South Tasman Rise Marine Park State of Knowldge

© courtesy Geoscience Australia
Overview Map

South Tasman Rise Park contains a cluster of distinctive seamounts characterised by flat tops that potentially encompass many shelf reef habitats. The seamount areas are highly productive with diverse coral assemblages, which have been the target of historical commercial fishing efforts for decades owing to their ability to support vast fish assemblages1. The park covers representative areas of the Tasmania Province bioregion.

STR Overview 3 D 2

Knowledge status

South Tasman Rise Marine Park has a low level of knowledge.

  • Medium resolution mapping covers much of the park. No targeted biological surveys have been undertaken in the park.
  • There have been 46 sediment samples collected from 3 surveys.
  • There are 9 Publications, reports and data sets that reference the South east network and relate to South Tasman Rise Marine Park as well as 2 publications specific to South Tasman Rise Marine Park.
  • Depth: 804m – 5022m.
  • 77.7% of seafloor mapped, most at a medium resolution to support biodiversity surveys.

    Key values, habitats and communities

    No targeted research sampling of any reef associated fishes within the park, however commercial fishing target Orange Roughy (Hoplostethus atlanticus) and bycatch from these fisheries has shown a number of Oreid species occur in high abundance. Antarctic Flying Squid (Todarodes filippovae) have also been caught as part of research within the park1,2.

    STR Overview 3 D 3

    A cluster of seamounts situated within South Tasman Rise are inhabited by deep-sea coral communities, forming vast habitats that provide refuge and foraging grounds for crustaceans, squid and large fish assemblages1,2. These communities include coral communities include scleractinians, golden corals, bamboo corals, black corals and soft corals1.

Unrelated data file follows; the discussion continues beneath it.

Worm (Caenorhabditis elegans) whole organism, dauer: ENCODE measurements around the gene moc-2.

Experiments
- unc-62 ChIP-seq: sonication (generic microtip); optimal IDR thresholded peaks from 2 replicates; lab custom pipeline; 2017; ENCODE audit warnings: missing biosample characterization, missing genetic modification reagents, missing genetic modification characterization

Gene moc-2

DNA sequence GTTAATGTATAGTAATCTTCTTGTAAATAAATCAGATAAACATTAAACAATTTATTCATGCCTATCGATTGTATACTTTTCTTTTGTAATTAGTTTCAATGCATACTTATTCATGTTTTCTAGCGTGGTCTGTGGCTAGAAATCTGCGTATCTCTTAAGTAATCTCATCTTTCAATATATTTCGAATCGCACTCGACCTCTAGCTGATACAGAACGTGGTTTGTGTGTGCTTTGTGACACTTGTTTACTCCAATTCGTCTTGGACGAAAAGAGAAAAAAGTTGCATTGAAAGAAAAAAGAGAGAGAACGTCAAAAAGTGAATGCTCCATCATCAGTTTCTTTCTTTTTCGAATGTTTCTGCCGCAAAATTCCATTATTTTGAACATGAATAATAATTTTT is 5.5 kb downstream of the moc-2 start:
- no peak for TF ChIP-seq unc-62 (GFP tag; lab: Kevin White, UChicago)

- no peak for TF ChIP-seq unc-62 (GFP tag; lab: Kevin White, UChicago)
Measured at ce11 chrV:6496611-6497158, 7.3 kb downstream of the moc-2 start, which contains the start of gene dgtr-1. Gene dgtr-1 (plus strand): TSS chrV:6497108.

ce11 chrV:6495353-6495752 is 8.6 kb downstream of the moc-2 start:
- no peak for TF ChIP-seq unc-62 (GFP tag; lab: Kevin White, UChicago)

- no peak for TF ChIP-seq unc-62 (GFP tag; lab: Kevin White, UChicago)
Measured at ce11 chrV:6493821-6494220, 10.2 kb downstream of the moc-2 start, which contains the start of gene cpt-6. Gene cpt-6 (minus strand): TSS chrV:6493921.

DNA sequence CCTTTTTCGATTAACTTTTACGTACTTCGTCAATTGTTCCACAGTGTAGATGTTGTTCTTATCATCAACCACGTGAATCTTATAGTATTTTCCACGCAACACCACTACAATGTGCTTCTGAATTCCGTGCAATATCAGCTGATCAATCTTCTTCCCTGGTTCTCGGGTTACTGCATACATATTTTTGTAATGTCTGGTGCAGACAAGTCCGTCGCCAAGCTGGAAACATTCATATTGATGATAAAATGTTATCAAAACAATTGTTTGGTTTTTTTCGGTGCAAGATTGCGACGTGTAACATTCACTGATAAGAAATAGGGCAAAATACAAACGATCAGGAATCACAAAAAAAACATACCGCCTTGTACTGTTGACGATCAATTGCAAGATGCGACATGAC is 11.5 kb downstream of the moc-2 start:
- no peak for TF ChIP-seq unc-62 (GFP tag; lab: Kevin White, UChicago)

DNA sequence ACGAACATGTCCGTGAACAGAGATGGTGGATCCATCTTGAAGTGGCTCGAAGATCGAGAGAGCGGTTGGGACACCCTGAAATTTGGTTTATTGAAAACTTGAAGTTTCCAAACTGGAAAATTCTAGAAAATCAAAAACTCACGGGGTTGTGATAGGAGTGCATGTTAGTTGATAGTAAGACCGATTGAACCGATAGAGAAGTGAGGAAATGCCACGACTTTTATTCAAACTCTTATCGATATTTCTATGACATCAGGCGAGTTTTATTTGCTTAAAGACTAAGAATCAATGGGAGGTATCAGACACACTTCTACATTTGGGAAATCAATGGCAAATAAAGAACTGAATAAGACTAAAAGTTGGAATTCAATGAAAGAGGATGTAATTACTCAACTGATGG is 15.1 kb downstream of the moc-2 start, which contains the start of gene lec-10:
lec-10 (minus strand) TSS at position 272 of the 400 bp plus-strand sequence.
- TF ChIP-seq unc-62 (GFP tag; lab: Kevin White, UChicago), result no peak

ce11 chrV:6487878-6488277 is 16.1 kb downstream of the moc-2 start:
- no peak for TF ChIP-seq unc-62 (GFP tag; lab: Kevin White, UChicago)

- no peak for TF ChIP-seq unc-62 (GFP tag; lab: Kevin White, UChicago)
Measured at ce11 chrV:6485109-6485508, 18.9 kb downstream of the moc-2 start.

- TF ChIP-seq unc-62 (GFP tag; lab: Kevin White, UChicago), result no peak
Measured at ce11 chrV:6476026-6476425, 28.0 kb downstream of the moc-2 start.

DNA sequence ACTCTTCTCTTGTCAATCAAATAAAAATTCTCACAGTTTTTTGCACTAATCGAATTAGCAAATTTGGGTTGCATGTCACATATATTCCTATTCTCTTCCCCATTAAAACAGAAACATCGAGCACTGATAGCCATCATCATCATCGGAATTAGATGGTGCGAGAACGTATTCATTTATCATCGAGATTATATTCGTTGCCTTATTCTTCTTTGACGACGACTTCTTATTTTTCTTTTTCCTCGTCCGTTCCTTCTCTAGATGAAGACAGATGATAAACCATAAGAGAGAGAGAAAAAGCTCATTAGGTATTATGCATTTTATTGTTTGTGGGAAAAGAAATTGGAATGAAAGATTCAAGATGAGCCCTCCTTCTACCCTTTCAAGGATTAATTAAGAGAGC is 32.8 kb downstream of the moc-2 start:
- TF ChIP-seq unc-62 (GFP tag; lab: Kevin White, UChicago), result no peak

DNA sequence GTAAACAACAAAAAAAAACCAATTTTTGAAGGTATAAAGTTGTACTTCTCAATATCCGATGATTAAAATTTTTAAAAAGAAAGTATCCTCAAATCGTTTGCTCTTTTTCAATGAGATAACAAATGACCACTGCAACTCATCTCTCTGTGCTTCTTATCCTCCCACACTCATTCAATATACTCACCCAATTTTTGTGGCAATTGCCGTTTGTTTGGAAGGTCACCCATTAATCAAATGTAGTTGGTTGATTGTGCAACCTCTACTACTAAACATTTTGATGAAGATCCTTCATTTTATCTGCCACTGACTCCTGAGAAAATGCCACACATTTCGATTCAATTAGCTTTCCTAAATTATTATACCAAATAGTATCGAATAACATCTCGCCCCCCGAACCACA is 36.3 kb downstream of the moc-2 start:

Solenosmilia Variabilis Csiro 2

    Key gaps

    • Fine scale multibeam mapping of identified key priority areas
    • Characterise benthic communities and demersal fish communities on priority areas

    Key activities

    • Commercial fishing

    Key Pressures

    • Resource extraction
    • Climate change

    Seafloor mapping and survey deployments

    Interactive Map and Report

    Further information

    State of Knowledge published Mar 2023 | References:

    1. Anderson & Clark. 2003. Analysis of bycatch in the fishery for orange roughy, Hoplostethus atlanticus, on the South Tasman Rise
    2. Pethybridge et al. 2013. The foraging ecology of an oceanic squid, Todarodes filippovae: The use of signature lipid profiling to monitor ecosystem change

    Key Natural Values (KNV) = Habitat or species that are particularly important to management.

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